Can Pluralism Work in Christian Higher Education?

Can Pluralism Work in Christian Higher Education? November 30, 2022

Last month I asked whether pluralism can work in American higher education. What are the possibilities? What are the potential pitfalls? Today I want to ask what might be an even more intriguing question: Can pluralism work in Christian higher education? What would that even mean? To explore these questions, I’m thinking in conversation with George Marsden’s excellent Soul of the American University Revisited: From Protestant to Postsecular.

As I explored last time, in his updated 2021 edition of his original 1994 Soul of the American University Marsden argues in a new final chapter before the new epilogue that commitment to diversity is the only moral commitment left in many secular colleges and universities. As I summarized, he likewise argues that there are some real benefits to this commitment:

Even at institutions that are mostly concerned with setting students up for economic success, this commitment at least works to grant this opportunity to more people. Diversity as a framework also lends itself to the very sort of ideological pluralism that Marsden called for in the first edition of Soul, namely the opportunity for explicit faith perspectives to have a seat at the table of scholarly conversation. Plus, a commitment to ideological and social diversity is necessary for a modern democracy to succeed, so a worthy mindset in which to train students.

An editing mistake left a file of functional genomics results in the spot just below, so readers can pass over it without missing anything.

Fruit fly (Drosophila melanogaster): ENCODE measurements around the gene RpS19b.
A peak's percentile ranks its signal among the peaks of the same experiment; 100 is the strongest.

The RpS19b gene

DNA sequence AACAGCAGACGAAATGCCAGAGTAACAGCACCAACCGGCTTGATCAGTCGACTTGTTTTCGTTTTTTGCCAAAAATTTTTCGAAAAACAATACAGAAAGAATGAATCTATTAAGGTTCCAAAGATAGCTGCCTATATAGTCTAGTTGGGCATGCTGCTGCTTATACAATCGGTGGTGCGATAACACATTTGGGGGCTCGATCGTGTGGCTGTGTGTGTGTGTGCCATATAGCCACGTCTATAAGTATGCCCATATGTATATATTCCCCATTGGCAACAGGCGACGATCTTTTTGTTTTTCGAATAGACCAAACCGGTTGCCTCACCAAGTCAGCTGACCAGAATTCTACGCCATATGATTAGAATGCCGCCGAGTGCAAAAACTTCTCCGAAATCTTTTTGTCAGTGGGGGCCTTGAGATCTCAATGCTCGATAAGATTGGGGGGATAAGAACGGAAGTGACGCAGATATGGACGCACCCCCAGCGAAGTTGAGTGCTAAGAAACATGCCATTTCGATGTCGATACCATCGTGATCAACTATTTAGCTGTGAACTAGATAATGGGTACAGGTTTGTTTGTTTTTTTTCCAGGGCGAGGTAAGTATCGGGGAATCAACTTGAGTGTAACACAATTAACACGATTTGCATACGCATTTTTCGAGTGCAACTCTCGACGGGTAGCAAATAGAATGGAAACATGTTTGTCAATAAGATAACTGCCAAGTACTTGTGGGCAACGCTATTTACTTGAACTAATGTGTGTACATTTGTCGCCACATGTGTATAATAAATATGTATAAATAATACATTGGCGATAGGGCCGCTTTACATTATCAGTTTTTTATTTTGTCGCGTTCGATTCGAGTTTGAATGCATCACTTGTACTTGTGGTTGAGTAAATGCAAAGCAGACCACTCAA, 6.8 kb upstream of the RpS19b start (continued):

He also elaborates a drawback. Again, as I summarized,

In short, humans are naturally tribal creatures and if universities make the one moral value diversity without a concurrent attempt to provide some sort of unifying vision of the good, we are all rather likely to retreat into our subcultures and to perceive other groups distrustfully. Marsden therefore joins contemporary commentators calling for some modern version of Martin Luther King, Jr.’s beloved community. He realizes the challenges: what is outside the pale? When ought a campus to exclude a student group or an intellectual perspective for being insufficiently tolerant and when is that itself intolerance? It’s actually not an easy question; all readers of this essay would probably agree that some things ought to be excluded, but we would likely disagree on where the line is.